The level of detail the artists have achieved in their murals is impressive. Something I find astonishing given the scale of the artworks. How do you create such fine detail with an aerosol can?
The Silo Art Trail was conceived in 2016 after the success of the first artwork in Brim. What started as a small community project by the Brim Active Community Group to save their town from extinction resulted in widespread international media attention and an influx of visitors to the region. The idea for the Trail was born.
Whether in a car, motorhome or towing a caravan, parking is not a problem at any of the silos.
The Silo Art Trail website provides detailed information on other attractions to visit while in the area, including murals in some towns and painted silos at Nullawil, Goroke, Kaniva and Sea Lake. Taking in these additional painted silos extends the route to 330 kilometres from end to end.
Why you should visit the Silo Art Trail
- This is street art at its best.
- The murals are painted on unusual canvases.
- The silo artworks are in public spaces; in outdoor galleries open 24 hours a day / 7 days a week. And they are free to visit.
- It is artwork on a massive scale. How many paintings do you know that require an extended cherry picker to complete?
- The murals painted on the silos depict local community members, giving an insight into the area.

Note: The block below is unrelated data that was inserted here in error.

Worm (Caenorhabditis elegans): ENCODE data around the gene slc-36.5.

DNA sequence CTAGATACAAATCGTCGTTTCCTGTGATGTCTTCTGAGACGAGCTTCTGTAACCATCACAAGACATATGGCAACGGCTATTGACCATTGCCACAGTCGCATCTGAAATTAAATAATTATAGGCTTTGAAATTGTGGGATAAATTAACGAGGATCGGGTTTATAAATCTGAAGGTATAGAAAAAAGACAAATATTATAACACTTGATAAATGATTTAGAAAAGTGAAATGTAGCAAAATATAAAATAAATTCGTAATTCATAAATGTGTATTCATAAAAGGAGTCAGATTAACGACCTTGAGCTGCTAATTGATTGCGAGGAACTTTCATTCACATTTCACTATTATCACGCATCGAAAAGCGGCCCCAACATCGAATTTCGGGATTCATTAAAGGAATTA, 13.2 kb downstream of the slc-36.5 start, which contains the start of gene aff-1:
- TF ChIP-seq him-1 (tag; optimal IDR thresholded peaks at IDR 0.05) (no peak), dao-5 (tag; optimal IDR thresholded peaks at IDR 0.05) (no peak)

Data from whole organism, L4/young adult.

- Grain storage silos have been ‘painted’ on Australia’s landscape since the 1920s.
- Victoria’s Silo Art Trail is Australia’s ultimate road trip.
While you can travel the route in any direction, I will take you from Rupanyup in the south to Patchewollock in the north – the approach we took on our road trip.
-> From Melbourne to Bendigo is 151 kilometres (approximately a 2-hour drive). From Bendigo to Rupanyup is 169 kilometres (approximately a 2-hour drive)
-> From Melbourne to Ballarat is 112 kilometres (a 1-hour and 39-minute drive). From Ballarat to Rupanyup is 177 kilometres (a 2-hour drive).
As you can see, it is really neither here nor there as to whether you arrive in Rupanyup from Melbourne via Bendigo or Ballarat. My preference would be to travel via Bendigo, a historic gold mining town with some of the best food we had on the whole road trip. Historic Bendigo Pottery is worth a visit. Don’t miss Bendigo Pottery’s museum.
Other helpful distances:
> From Bendigo to Patchewollock is 284 kilometres. If stopping 30 minutes at each silo artwork, the entire trip would take approximately 6 hours, 11 minutes.
> From Ballarat to Patchewollock is 332 kilometres. If stopping 30 minutes at each silo artwork, the trip would take approximately 6 hours, 42 minutes.